Robin graduated from Colorado College in 2012 with a major in English literature and creative writing. She grew up on the edge of the plains in Colorado Springs where she developed an early relationship with the outdoors exploring Colorado’s vast open spaces. Growing up, she spent most of her time at the stables or in a saddle, riding the trails in Colorado Springs and the Big Horn Mountains in Sheridan, WY.
“With a background in poetry, inquiry is at the heart of how I relate to the world. I am keenly interested in discovering and articulating the subtleties of our relationship with people and place, uncovering patterns that are at once familiar and surprising, and in engaging the reader in an intimate reflection of their relationship to the subject explored. I am excited about this project because it will provide me with a unique occasion to do just that, and in a landscape that is absolutely crucial to conservation efforts in North America. I have a life-long respect for nature and the outdoors, a zeal for stories and the craft of writing, a long history with horses, and I have a deep interest in conservation and the prairie landscape. This project takes each of these interests, and combines them in an exciting and imaginative way.” –Robin
Sebastian was born in the regenerating coastal forests of Connecticut, where he developed an early enthusiasm for exploring the natural world. Feeling the call to move west, Sebastian studied environmental science at Colorado College (’12) which allowed him to further explore his lifelong interests in ecology, conservation, and sustainable agriculture all from various scientific, social, cultural and personal perspectives. Completing his thesis on the rare and threatened remnants of tall grass prairie along Colorado’s Front Range, Sebastian fell in love with the American prairie, coming to appreciate its beauty and the myriad threats it faces.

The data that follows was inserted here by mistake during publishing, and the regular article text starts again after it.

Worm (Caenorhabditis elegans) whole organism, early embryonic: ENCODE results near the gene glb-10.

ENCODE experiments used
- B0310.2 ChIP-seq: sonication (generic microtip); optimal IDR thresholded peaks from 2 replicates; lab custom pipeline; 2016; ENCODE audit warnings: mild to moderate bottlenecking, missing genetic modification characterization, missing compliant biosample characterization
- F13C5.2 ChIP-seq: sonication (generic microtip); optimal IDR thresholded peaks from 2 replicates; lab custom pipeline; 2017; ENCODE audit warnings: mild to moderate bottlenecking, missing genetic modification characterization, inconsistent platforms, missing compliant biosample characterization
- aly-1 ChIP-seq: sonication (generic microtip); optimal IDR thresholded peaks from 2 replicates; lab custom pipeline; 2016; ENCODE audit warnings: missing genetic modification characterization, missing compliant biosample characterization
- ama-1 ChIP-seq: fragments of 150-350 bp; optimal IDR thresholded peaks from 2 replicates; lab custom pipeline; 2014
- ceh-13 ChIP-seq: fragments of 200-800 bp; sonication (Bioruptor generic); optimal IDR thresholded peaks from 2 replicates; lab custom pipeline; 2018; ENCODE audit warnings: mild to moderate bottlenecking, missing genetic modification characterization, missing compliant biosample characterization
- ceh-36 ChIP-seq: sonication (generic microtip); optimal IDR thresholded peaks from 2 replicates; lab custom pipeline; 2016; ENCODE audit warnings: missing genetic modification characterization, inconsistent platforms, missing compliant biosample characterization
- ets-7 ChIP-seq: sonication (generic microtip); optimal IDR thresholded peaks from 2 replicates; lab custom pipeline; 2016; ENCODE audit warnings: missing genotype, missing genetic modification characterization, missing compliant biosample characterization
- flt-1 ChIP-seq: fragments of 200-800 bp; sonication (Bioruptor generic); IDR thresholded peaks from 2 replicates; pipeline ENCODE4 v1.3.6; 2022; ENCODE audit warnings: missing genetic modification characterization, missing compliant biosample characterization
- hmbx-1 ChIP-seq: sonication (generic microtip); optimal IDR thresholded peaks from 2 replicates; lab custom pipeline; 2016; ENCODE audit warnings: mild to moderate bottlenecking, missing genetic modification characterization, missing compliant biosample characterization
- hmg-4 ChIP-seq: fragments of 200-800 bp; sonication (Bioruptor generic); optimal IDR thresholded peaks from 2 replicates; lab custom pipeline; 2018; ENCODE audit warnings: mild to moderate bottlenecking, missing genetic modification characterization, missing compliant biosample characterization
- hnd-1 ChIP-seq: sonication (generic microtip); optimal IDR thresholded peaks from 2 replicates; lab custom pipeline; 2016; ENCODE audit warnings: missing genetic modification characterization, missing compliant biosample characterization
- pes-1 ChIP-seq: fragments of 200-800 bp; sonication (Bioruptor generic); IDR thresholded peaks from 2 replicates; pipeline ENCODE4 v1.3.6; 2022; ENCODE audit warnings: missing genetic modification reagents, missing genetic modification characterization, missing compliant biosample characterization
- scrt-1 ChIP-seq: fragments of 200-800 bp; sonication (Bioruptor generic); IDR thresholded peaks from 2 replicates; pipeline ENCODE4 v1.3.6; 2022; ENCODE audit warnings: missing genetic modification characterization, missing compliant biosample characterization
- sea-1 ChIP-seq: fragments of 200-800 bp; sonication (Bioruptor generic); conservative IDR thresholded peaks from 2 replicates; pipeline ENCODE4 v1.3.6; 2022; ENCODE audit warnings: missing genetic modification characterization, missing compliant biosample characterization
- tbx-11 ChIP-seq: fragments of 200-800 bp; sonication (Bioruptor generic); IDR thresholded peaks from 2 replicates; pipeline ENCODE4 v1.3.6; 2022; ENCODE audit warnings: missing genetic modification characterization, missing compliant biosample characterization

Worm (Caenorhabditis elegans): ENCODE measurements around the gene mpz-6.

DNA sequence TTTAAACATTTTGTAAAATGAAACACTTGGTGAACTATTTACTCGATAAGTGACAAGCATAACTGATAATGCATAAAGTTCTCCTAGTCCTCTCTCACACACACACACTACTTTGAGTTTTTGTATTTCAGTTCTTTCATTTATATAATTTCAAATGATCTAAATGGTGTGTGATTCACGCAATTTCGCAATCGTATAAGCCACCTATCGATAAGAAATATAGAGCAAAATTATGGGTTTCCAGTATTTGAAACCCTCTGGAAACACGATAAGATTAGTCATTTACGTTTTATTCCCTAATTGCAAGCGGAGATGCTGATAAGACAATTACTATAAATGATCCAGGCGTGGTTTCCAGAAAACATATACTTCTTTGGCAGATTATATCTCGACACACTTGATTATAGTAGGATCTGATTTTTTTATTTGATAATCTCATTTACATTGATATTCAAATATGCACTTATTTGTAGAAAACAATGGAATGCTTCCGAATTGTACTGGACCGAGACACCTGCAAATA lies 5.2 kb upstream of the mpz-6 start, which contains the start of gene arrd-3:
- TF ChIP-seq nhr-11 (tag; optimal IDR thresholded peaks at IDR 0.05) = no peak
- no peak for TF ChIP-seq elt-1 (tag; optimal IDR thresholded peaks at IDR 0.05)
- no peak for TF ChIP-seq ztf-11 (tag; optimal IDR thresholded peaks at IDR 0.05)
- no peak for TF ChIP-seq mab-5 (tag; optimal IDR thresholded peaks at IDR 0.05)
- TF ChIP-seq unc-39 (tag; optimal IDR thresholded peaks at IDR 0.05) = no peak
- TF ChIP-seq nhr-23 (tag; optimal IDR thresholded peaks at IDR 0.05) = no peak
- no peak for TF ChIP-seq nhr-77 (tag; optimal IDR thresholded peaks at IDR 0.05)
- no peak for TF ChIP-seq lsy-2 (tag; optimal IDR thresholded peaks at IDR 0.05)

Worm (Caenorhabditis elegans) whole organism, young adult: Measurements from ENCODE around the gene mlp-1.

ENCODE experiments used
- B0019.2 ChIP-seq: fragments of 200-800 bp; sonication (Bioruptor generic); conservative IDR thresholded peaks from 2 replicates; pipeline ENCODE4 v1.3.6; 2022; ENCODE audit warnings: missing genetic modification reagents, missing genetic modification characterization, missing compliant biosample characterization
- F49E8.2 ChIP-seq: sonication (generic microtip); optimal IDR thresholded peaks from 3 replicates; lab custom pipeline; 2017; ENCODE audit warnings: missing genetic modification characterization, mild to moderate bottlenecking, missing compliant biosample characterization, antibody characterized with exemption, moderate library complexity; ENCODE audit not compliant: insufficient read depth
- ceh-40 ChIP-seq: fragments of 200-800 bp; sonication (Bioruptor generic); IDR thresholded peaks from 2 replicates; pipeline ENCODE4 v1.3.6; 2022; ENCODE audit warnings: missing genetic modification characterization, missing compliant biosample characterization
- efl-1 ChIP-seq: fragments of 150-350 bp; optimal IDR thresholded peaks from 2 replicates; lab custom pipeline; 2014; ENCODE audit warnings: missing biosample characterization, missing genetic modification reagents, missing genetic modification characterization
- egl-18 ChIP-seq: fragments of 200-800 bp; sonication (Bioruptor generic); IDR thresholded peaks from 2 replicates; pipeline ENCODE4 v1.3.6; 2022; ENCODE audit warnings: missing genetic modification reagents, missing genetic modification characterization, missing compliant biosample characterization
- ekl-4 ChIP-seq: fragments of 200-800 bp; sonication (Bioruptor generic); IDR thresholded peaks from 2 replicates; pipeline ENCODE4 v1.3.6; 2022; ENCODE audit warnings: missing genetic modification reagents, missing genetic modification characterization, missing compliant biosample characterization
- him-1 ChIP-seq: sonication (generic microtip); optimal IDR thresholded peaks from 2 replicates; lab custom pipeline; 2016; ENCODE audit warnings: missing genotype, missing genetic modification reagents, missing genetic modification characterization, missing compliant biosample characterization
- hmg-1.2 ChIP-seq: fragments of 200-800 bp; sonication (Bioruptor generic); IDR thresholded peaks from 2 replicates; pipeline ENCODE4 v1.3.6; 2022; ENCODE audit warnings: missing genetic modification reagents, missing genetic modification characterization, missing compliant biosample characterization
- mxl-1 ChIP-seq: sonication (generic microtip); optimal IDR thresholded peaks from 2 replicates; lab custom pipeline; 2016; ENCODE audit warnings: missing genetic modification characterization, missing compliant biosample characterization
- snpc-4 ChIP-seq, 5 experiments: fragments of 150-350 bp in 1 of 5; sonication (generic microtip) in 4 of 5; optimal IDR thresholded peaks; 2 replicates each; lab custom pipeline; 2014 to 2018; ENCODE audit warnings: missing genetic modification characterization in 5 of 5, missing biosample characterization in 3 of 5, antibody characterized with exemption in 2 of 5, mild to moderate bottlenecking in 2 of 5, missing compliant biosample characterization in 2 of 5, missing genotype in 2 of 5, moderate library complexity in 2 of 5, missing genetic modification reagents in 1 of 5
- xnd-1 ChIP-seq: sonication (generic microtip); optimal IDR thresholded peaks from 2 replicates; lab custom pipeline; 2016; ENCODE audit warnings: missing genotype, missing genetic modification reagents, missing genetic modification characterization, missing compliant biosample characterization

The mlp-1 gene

“I was first acquainted with the great plains landscape on long road trips across the country with family and friends. Driving across the plains, it was impossible not to notice how transformed the landscape is. What was harder to notice was the wildlife that remained: along the roadways, along the railroad tracks, in the small state and local parks, national grasslands set back from the highway, and on the well cared for farms and ranches scattered through the country, host to the rapidly disappearing native plants and animals that barely hang on in these islands of refuge. Mostly stopping at rest-stops and in major cities along the interstate, it was hard to meet the people that remain in the rural landscapes. Driving through this wide stretch of country, I always want to slow down, get off of the main roads, to really know the place. This project excites me because it is an opportunity to do that in a very special way, combining my long time love of horses and long distance travel with my passion for prairie conservation, sustainable agriculture, and creative forms of community building, all in the heartland of America.” -Sebastian